Lambs, Alpacas and Pronking!
We've almost finished lambing now and luckily haven't lost any lambs to foxes which I'm pleased about. We normally lose a few each year but this lambing season, for the first time, we borrowed two Alpaca (which look like mini Llamas) from a neighbour to deter foxes. They are intimidating animals and if you go into the field with a dog they are very defensive in the way they strut around.
We had two lambings: one in early March and the other in April and have had a total of about 600 lambs this year. Ken Foster, our shepherd, who has been at Home Farm for about ten years, has been very busy, working long hours around the clock. During lambing, he and Rob, our student, check the lambs at midnight and then again at 4 am. When we had the gale force easterlies we had to be very careful with the newborn wet lambs as they lose temperature very quickly. We always get a few orphan lambs or cade (a word I learned from Ken) lambs - those left behind who don't bond with their mother for various reasons. They can be fed on a milk replacement, but that means they lose their organic status. When my sons were growing up they always had orphan lambs which were great fun but as the lambs got bigger and were allowed in the garden they ate everything!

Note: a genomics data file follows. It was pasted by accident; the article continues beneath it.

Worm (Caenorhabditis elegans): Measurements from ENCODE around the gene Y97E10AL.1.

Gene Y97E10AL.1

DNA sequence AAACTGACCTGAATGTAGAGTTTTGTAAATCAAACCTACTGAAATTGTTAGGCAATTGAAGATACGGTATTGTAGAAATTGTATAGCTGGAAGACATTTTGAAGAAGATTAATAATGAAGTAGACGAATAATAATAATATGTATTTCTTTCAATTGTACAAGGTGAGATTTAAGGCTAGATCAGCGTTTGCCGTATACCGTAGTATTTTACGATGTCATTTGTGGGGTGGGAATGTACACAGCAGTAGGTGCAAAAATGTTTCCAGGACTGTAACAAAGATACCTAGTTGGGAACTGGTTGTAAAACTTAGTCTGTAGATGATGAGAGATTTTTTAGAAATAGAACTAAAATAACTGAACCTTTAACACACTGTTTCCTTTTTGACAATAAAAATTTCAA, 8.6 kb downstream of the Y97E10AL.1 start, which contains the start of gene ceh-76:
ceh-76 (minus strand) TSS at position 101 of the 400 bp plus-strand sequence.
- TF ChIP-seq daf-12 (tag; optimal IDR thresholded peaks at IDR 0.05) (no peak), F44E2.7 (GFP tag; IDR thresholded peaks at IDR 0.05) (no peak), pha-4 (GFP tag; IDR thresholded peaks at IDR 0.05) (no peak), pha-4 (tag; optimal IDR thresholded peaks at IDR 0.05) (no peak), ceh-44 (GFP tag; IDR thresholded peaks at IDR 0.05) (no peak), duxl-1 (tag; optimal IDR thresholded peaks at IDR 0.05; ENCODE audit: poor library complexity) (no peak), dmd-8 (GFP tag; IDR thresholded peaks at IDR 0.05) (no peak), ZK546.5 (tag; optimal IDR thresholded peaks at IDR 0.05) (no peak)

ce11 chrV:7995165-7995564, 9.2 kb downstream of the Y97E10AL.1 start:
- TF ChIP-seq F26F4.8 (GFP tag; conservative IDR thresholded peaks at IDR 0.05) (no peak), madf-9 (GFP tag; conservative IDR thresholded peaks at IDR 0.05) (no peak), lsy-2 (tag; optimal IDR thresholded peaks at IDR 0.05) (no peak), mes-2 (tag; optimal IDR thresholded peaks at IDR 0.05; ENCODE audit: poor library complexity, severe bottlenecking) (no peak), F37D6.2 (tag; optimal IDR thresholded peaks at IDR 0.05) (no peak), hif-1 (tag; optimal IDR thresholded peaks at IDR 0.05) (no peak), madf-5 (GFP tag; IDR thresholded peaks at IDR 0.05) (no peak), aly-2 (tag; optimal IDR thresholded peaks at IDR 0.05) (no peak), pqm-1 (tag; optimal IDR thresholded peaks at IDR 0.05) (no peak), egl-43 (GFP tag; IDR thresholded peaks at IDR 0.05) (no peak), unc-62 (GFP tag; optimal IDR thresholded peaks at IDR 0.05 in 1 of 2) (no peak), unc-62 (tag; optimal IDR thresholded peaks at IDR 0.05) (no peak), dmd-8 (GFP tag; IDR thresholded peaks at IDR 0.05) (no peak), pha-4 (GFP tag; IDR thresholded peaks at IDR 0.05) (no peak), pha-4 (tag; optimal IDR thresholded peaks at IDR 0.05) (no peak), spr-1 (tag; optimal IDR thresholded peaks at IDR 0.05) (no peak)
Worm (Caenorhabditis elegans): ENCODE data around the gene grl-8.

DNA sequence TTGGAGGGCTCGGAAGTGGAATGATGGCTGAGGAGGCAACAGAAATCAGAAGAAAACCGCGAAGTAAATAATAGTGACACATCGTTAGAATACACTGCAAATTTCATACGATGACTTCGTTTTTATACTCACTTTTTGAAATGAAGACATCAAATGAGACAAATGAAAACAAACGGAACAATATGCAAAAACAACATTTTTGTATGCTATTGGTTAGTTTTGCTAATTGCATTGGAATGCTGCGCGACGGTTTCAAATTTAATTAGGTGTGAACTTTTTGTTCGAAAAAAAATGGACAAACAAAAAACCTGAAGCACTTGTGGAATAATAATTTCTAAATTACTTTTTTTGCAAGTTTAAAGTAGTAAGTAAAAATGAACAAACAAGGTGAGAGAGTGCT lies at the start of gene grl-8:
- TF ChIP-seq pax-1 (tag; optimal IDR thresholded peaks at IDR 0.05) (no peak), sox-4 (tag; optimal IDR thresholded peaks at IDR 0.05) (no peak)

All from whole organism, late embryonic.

Lambs are very funny. I love watching them 'pronk'. Pronking means 'to jump straight up and go forward by leaps and bounds'. It is a distinct movement, like a four legged jump, which I find hilarious, it makes the lambs look like they are spring loaded!
Friday, November 14
We also use donkeys or mules to deter coyotes from ravaging herds of any kind.